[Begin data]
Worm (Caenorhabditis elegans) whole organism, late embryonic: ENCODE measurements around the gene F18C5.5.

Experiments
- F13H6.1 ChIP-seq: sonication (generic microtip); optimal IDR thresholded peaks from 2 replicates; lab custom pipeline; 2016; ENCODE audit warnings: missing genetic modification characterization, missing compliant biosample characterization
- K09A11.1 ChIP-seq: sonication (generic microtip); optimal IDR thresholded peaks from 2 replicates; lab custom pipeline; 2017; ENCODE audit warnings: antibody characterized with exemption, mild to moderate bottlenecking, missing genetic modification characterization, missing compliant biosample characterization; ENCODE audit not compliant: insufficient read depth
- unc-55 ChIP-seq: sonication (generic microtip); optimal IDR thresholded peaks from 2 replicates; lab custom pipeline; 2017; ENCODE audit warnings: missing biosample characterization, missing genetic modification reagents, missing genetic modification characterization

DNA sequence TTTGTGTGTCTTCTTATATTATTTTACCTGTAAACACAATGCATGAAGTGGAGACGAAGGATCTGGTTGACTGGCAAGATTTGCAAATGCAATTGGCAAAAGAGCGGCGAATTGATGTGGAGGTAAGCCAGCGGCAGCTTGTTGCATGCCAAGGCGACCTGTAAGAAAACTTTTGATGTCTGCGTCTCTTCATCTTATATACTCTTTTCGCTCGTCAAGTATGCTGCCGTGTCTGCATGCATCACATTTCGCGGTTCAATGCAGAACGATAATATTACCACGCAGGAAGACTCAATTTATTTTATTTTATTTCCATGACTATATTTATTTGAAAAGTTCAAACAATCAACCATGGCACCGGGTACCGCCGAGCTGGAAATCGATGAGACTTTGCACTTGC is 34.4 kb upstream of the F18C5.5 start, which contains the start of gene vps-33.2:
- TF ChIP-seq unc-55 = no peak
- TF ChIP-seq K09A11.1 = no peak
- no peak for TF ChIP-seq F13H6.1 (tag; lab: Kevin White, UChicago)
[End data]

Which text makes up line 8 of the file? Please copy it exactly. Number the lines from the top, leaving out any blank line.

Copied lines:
- TF ChIP-seq K09A11.1 = no peak